“Our knowledge of the diet of early hominins derives mainly from animal skeletal remains found in archeological sites, leading to a bias toward a protein-based diet,” the authors wrote in the study, which was published in the Proceedings of the National Academy of Sciences. They concluded that their findings "change previous notions of Paleo diet."
What's more, our ancestors were by no means picky eaters. They had a varied diet, the authors point out, and ate in-season, which may have allowed them to hunker down in one place and find food all year long.
The researchers also found evidence that these early humans cooked their food to make it safe to eat, and more palatable: "The use of fire is very important because a lot of the plants are toxic or inedible. Using fire, like roasting nuts and roots for example, allows the use of various parts of the plant,” said author Naama Goren-Inbar, a professor at the Institute of Archeology at the Hebrew University of Jerusalem, in a press release.
So would a caveman eat mostly meat, or mostly plants?
The answer to that question is still unknown. "There probably was no single balance between meat and plant," Peter Ungar, PhD, chair of anthropology at the University of Arkansas, said in an interview with the New Scientist. "Human evolution is a work in progress, and diets likely varied along a continuum in both time and space."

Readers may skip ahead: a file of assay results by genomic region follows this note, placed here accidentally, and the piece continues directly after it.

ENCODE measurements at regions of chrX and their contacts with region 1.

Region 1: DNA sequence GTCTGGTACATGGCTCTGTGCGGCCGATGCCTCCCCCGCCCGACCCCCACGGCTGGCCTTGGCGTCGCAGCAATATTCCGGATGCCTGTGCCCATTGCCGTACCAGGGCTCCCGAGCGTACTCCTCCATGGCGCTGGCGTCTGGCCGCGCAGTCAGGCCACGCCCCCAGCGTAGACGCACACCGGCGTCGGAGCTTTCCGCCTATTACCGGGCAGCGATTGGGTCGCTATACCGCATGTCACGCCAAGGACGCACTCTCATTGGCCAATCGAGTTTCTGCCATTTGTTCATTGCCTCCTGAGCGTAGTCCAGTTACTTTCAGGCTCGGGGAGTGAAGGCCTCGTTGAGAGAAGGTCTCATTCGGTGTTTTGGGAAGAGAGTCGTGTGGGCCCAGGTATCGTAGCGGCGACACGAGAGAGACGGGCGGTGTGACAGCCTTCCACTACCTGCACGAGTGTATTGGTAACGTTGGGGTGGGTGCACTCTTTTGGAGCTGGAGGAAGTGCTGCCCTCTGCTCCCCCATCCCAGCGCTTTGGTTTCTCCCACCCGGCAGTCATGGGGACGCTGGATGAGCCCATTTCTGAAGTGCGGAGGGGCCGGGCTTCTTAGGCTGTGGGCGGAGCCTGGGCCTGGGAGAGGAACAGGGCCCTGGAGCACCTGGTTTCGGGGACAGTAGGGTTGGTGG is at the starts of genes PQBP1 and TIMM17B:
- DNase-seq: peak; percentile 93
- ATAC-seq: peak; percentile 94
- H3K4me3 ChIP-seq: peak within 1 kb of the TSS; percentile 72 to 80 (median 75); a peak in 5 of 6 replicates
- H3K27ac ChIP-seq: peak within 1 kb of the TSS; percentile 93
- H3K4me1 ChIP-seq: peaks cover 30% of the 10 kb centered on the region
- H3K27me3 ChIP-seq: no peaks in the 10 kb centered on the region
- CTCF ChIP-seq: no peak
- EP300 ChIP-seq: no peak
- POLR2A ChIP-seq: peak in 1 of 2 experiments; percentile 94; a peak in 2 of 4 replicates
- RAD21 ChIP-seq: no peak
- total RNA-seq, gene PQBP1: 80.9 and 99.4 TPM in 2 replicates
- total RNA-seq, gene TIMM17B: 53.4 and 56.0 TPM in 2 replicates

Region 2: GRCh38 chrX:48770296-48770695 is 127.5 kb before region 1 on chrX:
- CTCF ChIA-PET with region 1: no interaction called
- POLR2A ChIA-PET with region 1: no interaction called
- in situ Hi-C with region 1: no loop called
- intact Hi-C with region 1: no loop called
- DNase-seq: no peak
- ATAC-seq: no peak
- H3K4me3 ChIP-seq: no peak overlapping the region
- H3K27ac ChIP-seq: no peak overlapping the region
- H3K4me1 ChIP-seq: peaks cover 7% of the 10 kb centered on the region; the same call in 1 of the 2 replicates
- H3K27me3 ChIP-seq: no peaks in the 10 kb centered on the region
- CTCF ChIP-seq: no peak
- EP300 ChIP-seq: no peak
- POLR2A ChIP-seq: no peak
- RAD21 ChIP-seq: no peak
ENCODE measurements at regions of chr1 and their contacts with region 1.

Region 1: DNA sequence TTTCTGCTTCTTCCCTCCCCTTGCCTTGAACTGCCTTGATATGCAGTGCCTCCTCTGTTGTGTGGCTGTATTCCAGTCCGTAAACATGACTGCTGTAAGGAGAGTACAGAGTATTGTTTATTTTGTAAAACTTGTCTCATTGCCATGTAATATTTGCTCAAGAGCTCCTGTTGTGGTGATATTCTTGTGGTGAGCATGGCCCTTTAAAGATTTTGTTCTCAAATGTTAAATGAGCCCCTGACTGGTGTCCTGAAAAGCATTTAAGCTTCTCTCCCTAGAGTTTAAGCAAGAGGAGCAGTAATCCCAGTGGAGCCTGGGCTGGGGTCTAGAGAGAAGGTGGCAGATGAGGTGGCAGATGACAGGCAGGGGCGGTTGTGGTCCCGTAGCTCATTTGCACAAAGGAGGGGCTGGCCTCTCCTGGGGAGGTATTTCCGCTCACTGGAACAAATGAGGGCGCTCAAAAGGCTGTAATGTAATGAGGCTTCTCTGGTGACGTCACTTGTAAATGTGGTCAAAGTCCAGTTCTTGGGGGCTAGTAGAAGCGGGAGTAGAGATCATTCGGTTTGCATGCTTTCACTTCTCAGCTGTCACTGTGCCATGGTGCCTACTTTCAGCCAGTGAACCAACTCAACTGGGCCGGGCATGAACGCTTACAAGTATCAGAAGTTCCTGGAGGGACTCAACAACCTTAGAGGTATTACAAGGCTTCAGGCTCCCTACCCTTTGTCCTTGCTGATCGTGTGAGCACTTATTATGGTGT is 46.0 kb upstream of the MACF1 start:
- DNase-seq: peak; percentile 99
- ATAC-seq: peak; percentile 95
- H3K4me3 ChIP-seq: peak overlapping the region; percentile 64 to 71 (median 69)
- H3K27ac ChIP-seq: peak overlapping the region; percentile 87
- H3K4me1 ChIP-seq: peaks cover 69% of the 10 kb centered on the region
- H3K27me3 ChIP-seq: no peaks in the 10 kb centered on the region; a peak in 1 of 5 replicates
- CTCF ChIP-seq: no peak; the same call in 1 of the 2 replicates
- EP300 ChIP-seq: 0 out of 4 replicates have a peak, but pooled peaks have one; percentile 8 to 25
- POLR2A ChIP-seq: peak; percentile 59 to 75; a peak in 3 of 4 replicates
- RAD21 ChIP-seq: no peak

The link between sugar and chronic diseases like obesity and type 2 diabetes is well established, but even though many public health groups recommend limiting sugar intake, they differ widely on the recommended daily limits.
The most recent U.S. dietary guidelines recommend Americans get less than 10% of their daily calories from added sugars—which is roughly the equivalent of a 16-ounce soda. The World Health Organization has issued similar guidelines, while other groups say 25% of total calories should be the cap.
Complicating things is a new study published Monday in the Annals of Internal Medicine, where researchers looked at the evidence used to support daily sugar limits of less than 10% of a person’s total calories. Ultimately, they concluded that those public health recommendations were based on low-quality science.
So does that imply that sugar should get carte blanche in the American diet?
Not exactly, say the researchers. “Although our findings question the recommendations from guidelines produced by leading authorities, the findings should not be used to justify high or increased consumption of nutrient-poor, energy-dense foods and beverages like candy and sugar-sweetened beverages,” said Bradley Johnston, principal investigator of the review, in a statement.
Still, some researchers expressed concern about the trustworthiness of the new findings since the research was funded by the North American branch of the International Life Sciences Institute (ISLI), a trade group whose board is made up of scientists as well as representatives for major food and beverage companies. ISLI members include Coca-Cola Company, The Hershey Company, Dupont, Mars, Inc., Monster Energy Company, Nestlé USA, PepsiCo and more. (You can see the organization’s membership list here.)